Organic Transistor Rivals Silicon In See-through Electronics
Two university research teams have worked together to produce what they claim are the world's fastest thin-film organic transistors.
They believe this proves that this experimental technology has the potential to achieve the performance needed for high-resolution television screens and similar electronic devices.
For years engineers the world over have been trying to use inexpensive, carbon-rich molecules and plastics to create organic semiconductors capable of performing electronic operations at something approaching the speed of costlier technologies based on silicon.
The term "organic" was originally confined to compounds produced by living organisms but now extended to include synthetic substances based on carbons and includes plastics.
In the January 8th edition of Nature Communications, engineers from the University of Nebraska-Lincoln (UNL) and Stanford University show how they created thin-film organic transistors that could operate more than five times faster than previous examples of this experimental technology.
Research teams led by Zhenan Bao, professor of chemical engineering at Stanford, and Jinsong Huang, assistant professor of mechanical and materials engineering at UNL used their new process to make organic thin-film transistors with electronic characteristics comparable to those found in expensive, curved-screen television displays based on a form of silicon technology.
Professor Zhenan Bao led a team that has developed the world's fastest organic thin-film transistors. (Joel Simon)
They achieved their speed boost by altering the basic process for making thin-film organic transistors.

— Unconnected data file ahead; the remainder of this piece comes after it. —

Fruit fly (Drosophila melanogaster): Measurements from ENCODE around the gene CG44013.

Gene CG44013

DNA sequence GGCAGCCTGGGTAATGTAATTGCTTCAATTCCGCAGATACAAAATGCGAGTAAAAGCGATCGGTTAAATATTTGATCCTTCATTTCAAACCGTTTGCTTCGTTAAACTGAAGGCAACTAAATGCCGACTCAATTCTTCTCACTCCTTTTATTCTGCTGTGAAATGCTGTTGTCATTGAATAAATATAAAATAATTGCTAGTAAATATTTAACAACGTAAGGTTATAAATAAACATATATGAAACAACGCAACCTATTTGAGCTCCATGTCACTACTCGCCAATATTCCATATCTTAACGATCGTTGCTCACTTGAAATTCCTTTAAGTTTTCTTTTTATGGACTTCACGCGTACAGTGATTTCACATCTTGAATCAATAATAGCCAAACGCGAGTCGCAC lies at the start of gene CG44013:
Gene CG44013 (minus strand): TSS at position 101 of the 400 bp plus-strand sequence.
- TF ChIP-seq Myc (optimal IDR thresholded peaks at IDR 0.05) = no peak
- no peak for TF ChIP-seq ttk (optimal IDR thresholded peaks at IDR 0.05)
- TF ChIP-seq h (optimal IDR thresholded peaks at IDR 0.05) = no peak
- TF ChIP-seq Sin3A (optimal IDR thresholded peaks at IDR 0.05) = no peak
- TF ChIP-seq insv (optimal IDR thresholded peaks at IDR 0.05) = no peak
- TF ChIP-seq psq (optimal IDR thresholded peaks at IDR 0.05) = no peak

Typically, researchers drop a special solution, containing carbon-rich molecules and a complementary plastic, onto a spinning platter "“ in this case, one made of glass. The spinning action deposits a thin coating of the materials over the platter.
In their Nature Communications paper, the collaborators describe two important changes to this basic process.
First they spun the platter faster. Second they only coated a tiny portion of the spinning surface, equivalent to the size of a postage stamp.
These innovations had the effect of depositing a denser concentration of the organic molecules into a more regular alignment. The result was a great improvement in carrier mobility, which measures how quickly electrical charges travel through the transistor.
The researchers called this improved method "off-centre spin coating." The process remains experimental, and the engineers cannot yet precisely control the alignment of organic materials in their transistors or achieve uniform carrier mobility.
The picture at the top of this story shows transparent transistors on a postage-stamp size glass which have speed characteristics rivalling some forms of silicon transistors. The device used a new process to make this world record-setting organic transistor, paving the way for a new generation of cheap, transparent electronic devices. (Image courtesy of Jinsong Huang and Yongbo Yuan).
Even at this stage, off-centre spin coating produced transistors with a range of speeds much faster than those of previous organic semiconductors and comparable to the performance of the polysilicon materials used in today's high-end electronics.
Further improvements to this experimental process could lead to the development of inexpensive, high-performance electronics built on transparent substrates such as glass and, eventually, clear and flexible plastics.
Already, the researchers have shown that they can create high-performance organic electronics that are ninety percent transparent to the naked eye.
The study is described in detail in the paper, "Ultra-high mobility transparent organic thin film transistors grown by an off-centre spin-coating method," by Yongbo Yuan et al in Nature Communications, 5, 3005 , published on 8th January 2014. doi:10.1038/ncomms4005
This work was funded by the U.S. Defence Advanced Research Projects Agency (DARPA), the Air Force Office of Scientific Research and the National Science Foundation.